Image: Roger Clemens
Al Bello  /  Getty Images file
For Clemens, the accusations of being injected with steroids in the buttocks will never cease to dog him. Those alleged shots have ended his career as an endorsement big shot.
By contributor
updated 12/26/2007 6:09:12 PM ET 2007-12-26T23:09:12

Without a doubt, George Mitchell's report accusing more than 80 baseball players of using steroids and other illegal substances served a massive blow to the game – the endorsement game.

The report, released Dec. 13, cites a handful of players who makes hundreds of thousands of dollars – and sometimes millions – in endorsement income. These players will bear the biggest wound and of those stars, ranging from Jason Giambi to Barry Bonds, none will suffer more than Roger Clemens.

First, the inclusion of Clemens – he of seven Cy Young awards, 354 wins and two World Series rings – was by far the investigation's biggest bombshell. Not only were pitchers absent during the years of speculation about who used steroids, but Clemens was well known for his unrelenting work habits. That seemed to be why he was able to throw hard at 44, an age when pitchers either are retired or are floating knuckleballs.

Now, the whispers can begin as sportswriters, fans and others dissect his career. Was it a little strange that he seemed to be washed up and then, after he signed as a free agent with Toronto, posted a 21-7 record with a 2.05 ERA in 1997? During the 2000 World Series, was it more than just competitive intensity that caused him to hurl a shattered bat at Mike Piazza?

For his part, Clemens, through his agent, quickly and emphatically denied the report's allegations. Ten days after the report was released, Clemens issued a denial via video. His lawyer has launched his own investigation into the findings.

”I want to state clearly and without qualification: I did not take steroids, [HGH] or any other banned substances at any time in my baseball career or, in fact, my entire life,” Clemens said.

Companies and others have already reacted to the allegations about Clemens in the Mitchell Report. An ESPN spot featuring Clemens was quickly yanked. A speaking engagement on vigorous workouts booked by the Texas High School Baseball Coaches Association is in jeopardy; a message now scrolls at the top of its Web sitethat says, "In light of the Roger Clemens speaking situation, we feel more information is needed before a decision is reached." On the positive side, Houston Astros owner Drayton McLane said that he would honor the pitcher's 10-year personal service contract with the team once he retired.

With more than $3 million in endorsement income in 2006 and plenty more in speaking fees, Clemens has been one of baseball's more popular pitchmen. That is guaranteed to end. Just look at baseball's all-time home run king, Barry Bonds, who couldn’t land an endorsement when he was breaking the most hallowed record in U.S. sports because of a national belief that he used steroids.

Though no companies with ties to Clemens (such as Coca-Cola and AutoNation) have announced his contract has been terminated, as happened with Los Angeles Lakers guard Kobe Bryant after rape allegations surfaced in 2003, don't expect any firms to sign him from here on out. His marketability has collapsed. In a Chicago Tribune story, AT&T, which created a popular mobile phone commercial with Clemens that recently stopped airing, wouldn't comment on any future ads – a no comment that spoke volumes.

One might ask: Why would Clemens care, since he might retire (again) anyway? Wouldn’t his endorsement career fade away when he departs the mound? Not at all. Of the 10 endorsers in pro sports with the highest Q scores – which measure how well-known and how well-liked they are – seven (including Michael Jordan) are retired. Companies feel comfortable with the tried and true and with those who won’t make news in, say, strip clubs after games. Given his success and the fact he is one of baseball’s most recognizable faces, it is easy to assume Clemens would have made tens of millions in endorsements during a lengthy retirement. Not only will he lose that, the value of Clemens’ memorabilia – from trading cards to old uniforms to autographs – is sure to decline.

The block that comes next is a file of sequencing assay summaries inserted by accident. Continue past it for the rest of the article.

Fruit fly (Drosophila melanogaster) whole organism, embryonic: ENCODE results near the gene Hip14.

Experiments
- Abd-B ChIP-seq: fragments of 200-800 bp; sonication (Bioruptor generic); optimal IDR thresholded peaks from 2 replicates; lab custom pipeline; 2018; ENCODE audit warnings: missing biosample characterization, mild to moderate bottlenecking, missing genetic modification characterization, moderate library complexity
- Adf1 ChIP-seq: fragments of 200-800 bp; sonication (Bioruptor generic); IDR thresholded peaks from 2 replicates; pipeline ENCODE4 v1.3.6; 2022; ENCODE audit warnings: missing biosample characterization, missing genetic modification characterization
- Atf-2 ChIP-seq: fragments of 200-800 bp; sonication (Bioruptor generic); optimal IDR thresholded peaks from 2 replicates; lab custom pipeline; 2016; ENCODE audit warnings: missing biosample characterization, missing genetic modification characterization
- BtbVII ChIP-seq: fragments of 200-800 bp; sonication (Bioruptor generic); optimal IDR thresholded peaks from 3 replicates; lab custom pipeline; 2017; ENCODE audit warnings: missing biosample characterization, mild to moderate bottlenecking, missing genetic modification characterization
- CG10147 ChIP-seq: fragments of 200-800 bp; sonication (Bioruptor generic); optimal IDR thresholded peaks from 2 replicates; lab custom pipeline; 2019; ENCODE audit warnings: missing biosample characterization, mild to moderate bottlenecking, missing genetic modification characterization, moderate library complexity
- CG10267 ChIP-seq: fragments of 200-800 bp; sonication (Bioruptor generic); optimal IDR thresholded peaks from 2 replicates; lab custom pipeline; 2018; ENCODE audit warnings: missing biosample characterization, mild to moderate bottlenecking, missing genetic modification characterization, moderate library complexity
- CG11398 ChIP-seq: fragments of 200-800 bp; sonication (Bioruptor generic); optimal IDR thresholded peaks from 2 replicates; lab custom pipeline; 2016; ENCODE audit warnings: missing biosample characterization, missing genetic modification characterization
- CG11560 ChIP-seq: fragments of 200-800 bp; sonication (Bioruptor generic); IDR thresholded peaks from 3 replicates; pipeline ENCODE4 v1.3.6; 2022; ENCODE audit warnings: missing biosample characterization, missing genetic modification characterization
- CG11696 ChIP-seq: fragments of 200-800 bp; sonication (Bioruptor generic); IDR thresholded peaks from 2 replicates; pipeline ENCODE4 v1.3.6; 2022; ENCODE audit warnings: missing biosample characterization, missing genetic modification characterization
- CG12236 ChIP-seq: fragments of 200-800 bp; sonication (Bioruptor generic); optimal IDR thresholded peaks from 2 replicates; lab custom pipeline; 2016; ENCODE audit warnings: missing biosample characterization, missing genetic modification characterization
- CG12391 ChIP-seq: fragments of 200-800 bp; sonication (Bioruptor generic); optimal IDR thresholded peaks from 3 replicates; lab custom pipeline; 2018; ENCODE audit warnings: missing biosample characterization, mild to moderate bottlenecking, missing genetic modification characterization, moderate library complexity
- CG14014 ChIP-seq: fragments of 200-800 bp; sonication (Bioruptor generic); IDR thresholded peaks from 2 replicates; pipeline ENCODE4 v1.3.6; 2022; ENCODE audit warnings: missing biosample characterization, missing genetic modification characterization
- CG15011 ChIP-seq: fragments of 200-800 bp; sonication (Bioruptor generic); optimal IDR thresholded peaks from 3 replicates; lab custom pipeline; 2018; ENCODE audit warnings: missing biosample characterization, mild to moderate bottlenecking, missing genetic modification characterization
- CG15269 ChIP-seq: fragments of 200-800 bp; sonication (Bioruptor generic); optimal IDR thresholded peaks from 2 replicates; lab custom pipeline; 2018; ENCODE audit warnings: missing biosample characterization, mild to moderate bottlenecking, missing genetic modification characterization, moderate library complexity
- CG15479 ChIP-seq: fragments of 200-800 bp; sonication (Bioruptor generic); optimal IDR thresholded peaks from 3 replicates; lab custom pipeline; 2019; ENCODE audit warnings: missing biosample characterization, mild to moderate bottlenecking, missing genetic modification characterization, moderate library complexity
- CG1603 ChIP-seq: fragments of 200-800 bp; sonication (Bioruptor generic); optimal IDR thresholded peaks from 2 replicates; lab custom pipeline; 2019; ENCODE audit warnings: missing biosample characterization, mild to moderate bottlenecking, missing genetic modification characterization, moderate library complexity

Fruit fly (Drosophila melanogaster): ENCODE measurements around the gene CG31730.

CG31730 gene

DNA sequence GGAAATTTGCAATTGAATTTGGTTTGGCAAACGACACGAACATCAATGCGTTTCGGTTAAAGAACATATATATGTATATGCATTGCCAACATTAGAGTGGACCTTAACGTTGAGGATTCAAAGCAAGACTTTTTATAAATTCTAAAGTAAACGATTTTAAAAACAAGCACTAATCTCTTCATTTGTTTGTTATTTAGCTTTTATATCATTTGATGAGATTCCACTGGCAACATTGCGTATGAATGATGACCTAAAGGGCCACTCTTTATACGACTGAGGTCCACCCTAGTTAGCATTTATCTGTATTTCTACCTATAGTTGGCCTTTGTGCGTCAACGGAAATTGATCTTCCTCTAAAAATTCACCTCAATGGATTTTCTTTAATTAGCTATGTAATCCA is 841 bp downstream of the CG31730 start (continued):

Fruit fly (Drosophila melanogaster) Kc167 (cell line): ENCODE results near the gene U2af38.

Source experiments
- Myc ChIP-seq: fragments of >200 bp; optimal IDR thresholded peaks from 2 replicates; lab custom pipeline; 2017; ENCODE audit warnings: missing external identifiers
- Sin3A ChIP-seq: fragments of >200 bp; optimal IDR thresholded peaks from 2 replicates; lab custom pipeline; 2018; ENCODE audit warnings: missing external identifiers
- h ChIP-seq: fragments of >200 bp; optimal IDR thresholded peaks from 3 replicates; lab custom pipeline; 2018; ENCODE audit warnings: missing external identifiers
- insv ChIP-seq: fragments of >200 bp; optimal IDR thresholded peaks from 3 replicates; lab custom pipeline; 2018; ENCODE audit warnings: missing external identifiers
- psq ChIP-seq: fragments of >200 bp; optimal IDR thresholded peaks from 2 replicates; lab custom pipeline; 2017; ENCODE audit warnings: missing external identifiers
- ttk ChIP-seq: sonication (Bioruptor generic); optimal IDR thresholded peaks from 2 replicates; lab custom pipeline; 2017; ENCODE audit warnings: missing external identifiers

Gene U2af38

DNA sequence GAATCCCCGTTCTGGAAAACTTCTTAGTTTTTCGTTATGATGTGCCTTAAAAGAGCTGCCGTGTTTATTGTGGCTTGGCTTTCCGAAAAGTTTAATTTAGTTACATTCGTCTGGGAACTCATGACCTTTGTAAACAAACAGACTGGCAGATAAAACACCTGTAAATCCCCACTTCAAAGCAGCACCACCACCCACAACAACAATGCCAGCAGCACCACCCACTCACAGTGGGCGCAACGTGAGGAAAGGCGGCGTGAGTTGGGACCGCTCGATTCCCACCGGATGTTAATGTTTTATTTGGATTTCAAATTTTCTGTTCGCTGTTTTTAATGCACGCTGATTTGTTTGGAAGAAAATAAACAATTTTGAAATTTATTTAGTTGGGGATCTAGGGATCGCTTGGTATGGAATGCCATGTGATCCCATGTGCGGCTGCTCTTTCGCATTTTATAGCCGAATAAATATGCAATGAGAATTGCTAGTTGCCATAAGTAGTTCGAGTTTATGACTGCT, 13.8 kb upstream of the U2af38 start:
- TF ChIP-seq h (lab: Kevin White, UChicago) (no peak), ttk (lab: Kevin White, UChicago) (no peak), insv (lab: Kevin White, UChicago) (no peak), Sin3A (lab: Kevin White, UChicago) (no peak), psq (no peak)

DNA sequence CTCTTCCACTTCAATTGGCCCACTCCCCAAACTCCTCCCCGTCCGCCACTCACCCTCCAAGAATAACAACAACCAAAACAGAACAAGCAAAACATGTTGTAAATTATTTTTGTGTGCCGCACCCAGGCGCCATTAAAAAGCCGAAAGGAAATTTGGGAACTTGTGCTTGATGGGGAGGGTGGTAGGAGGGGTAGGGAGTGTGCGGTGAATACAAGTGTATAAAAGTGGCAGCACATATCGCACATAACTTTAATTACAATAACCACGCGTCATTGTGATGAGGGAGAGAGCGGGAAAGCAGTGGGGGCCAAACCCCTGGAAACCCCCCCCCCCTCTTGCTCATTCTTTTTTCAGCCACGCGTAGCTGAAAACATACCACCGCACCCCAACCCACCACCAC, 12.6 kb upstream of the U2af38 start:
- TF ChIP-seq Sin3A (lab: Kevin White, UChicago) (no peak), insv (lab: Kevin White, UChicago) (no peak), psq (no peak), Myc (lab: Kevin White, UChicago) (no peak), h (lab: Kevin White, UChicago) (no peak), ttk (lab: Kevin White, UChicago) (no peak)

What about Major League Baseball itself in the wake of Mitchell’s report? Don't expect any repercussions for the country's newest $6 billion industry. Truth is, fans had heard rumors about steroids for years. They had watched sluggers' biceps and heads grow out of proportion to their body. Despite all of this, they've been packing stadiums in record numbers and blithely buying merchandise. Bud Selig wouldn't have ordered the report if he thought baseball's sponsors would flee. If anything, he hoped to put a tawdry era behind the game and put the focus on 2008 and beyond.

But for Clemens, the accusations of being injected with steroids in the buttocks will never cease to dog him. Those alleged shots have ended his career as an endorsement big shot.

Last, but not least …
As the BCS games approach, online ticket prices are dropping sharply.

During a two-week period before Christmas, the average price of a Rose Bowl ticket at StubHub fell from $457 to $394. Fiesta Bowl and Orange Bowl tickets also declined about 15 percent apiece at the site as sellers worried about getting any money for seats. A big difference between bowl games and the regular season: Ticket buyers also need to make travel arrangements. Airline ticket prices jump as the game gets closer, and booking a room gets harder.

Bucking the trend is the championship game between Ohio State and LSU in New Orleans. The average ticket price leapt to $1,544 from close to $1,400 for the Jan. 7 battle. It’s always a sellers’ market for a championship game near the French Quarter. contributor David Sweet can be reached at


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